Triacetylene and tetraacetylene are not as thoroughly studied, notably in terms of rotational information. While all of the fundamental vibrational modes of triacetylene have been measured, there is only rotational information for the IR active fundamental modes,^{56} and the strongest IR combination band (ν_{8} + ν_{11}).^{57–61} However, theoretical studies of triacetylene do give rotational information for the remaining modes from CCSD(T) calculations of the vibration–rotation interaction constants^{62} and the equilibrium geometry.^{63} In addition, the harmonic frequencies of triacetylene were calculated using partial fourth-order many-body perturbation theory [SDQ-MBPT(4)].^{63} Conversely though, to the authors' knowledge, there is almost no rotational information for tetraacetylene. There has been only one low-resolution spectroscopic study of tetraacetylene, which measured three of the fundamentals (ν_{6}, ν_{8}, and ν_{14} at 3329.4, 2023.3, and 621.5 cm^{−1}, respectively), and one combination band (ν_{10} + ν_{14} at 1229.7 cm^{−1}), and gives an estimate for the electronic ground state rotational constant, B_{0}.^{64} Unfortunately, the theoretical knowledge of tetraacetylene is equally limited, with only two studies of the equilibrium geometry (at the Hartree–Fock^{65} and B3LYP^{66} level of theory), and a calculation of the harmonic vibrational frequencies at the SVWN level of theory.^{64} While the two modes that are most useful for astronomical identification (ν_{14} and ν_{10} + ν_{14}) were measured, the uncertainty associated with the line positions is too large to allow for an unambiguous assignment. Moreover, some high-resolution IR searches have been attempted,^{50,61,62,67} but so far no transitions have been assigned to tetraacetylene.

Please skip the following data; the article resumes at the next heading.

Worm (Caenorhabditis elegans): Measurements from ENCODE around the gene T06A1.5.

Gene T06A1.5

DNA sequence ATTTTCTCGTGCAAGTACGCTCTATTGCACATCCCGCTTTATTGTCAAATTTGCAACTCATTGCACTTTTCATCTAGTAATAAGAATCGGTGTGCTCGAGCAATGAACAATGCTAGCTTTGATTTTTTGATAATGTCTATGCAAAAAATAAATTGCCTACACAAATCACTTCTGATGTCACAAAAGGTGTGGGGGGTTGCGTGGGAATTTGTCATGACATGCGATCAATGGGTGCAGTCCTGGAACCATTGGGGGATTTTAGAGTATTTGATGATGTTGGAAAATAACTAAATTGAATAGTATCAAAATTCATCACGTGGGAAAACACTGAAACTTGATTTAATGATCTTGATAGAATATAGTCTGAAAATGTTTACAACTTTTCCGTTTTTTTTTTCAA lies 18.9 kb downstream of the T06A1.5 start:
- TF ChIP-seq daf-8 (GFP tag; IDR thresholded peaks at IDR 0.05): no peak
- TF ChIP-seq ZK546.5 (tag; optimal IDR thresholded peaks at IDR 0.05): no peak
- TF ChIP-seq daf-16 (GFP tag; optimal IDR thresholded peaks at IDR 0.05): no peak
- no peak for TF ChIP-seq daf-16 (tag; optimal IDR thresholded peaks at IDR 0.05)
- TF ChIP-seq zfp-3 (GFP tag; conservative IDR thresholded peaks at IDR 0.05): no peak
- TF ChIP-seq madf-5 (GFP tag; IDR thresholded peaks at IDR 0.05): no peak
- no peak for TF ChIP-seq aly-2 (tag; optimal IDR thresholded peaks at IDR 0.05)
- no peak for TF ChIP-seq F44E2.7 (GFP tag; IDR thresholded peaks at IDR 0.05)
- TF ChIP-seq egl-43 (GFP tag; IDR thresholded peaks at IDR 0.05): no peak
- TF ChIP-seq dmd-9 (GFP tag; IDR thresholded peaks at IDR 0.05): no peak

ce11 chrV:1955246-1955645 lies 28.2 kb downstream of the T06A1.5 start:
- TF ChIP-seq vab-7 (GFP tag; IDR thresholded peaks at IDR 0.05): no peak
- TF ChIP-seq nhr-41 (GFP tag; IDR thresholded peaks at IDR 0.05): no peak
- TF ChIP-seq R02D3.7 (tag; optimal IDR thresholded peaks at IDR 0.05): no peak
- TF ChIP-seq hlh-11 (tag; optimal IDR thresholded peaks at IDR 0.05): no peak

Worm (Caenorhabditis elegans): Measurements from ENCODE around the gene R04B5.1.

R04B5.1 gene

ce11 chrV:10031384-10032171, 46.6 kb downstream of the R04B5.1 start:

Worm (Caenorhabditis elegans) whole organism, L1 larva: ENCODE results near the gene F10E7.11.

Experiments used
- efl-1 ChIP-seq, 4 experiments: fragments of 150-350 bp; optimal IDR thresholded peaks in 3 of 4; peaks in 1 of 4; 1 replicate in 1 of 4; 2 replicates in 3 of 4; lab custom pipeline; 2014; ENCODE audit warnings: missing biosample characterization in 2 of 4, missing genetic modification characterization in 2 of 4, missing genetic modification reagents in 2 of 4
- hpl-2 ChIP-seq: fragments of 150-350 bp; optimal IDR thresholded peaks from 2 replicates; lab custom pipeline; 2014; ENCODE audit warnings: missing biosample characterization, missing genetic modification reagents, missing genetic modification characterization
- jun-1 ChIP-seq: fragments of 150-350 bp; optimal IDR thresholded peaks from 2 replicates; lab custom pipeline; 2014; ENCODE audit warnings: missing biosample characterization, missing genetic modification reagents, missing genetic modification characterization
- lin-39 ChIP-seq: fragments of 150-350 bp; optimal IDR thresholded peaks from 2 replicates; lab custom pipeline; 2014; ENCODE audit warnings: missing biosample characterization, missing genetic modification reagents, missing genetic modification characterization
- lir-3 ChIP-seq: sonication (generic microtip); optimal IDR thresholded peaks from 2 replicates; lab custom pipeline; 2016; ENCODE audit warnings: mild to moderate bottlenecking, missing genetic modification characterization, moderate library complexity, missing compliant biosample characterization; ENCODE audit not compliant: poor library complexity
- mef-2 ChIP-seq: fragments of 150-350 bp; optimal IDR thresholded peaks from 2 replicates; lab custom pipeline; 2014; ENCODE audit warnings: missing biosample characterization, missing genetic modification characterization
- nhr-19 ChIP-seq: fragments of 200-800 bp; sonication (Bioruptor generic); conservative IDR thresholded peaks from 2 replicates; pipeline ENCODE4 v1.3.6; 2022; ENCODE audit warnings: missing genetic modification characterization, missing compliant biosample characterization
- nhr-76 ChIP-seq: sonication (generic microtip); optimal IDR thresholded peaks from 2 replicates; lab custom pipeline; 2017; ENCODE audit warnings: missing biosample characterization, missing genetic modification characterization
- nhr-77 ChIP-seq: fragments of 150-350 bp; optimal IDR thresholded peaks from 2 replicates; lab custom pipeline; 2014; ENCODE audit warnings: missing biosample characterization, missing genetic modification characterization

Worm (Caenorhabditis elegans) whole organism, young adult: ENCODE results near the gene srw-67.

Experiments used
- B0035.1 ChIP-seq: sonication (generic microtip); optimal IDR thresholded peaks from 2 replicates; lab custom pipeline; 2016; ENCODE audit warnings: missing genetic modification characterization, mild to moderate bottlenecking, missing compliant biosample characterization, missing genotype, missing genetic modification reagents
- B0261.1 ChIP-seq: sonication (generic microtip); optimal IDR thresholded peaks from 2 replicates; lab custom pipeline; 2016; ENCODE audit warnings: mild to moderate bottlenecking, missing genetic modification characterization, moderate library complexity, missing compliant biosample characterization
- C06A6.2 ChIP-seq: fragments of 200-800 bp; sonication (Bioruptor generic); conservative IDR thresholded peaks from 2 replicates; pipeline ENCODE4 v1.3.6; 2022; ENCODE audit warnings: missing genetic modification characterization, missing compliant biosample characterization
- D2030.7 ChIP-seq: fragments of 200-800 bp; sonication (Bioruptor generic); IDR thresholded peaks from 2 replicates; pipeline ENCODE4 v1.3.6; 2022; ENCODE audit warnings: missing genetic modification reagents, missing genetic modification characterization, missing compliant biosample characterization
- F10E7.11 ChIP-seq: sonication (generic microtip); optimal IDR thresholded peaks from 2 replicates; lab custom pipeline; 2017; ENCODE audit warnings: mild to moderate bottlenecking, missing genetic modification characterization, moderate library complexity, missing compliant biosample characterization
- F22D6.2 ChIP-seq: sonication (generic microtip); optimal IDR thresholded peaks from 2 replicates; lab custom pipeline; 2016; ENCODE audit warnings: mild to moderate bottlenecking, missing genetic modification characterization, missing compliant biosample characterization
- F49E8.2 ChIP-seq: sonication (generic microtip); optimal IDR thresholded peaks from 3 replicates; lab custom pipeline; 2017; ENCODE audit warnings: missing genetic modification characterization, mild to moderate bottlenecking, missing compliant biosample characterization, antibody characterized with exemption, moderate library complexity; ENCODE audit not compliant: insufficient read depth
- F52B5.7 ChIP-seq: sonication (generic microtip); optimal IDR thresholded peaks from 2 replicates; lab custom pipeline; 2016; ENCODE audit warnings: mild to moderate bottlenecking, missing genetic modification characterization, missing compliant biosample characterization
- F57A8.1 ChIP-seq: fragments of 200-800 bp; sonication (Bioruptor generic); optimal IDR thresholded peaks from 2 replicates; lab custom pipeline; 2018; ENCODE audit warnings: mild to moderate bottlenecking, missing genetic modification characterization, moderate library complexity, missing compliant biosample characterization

In this paper, we report the ab initio calculations for acetylene, diacetylene, triacetylene, and tetraacetylene. Due to the centrosymmetric nature of these molecules, observations in the laboratory and in space are most easily accomplished through their infrared spectra. As such, the properties computed and presented here are those related to that technique: fundamental vibrational frequencies, ground state rotational constants, and intramolecular interactions. The computational approach is calibrated using the well studied acetylene and diacetylene, and then extended to make predictions for triacetylene and tetraacetylene.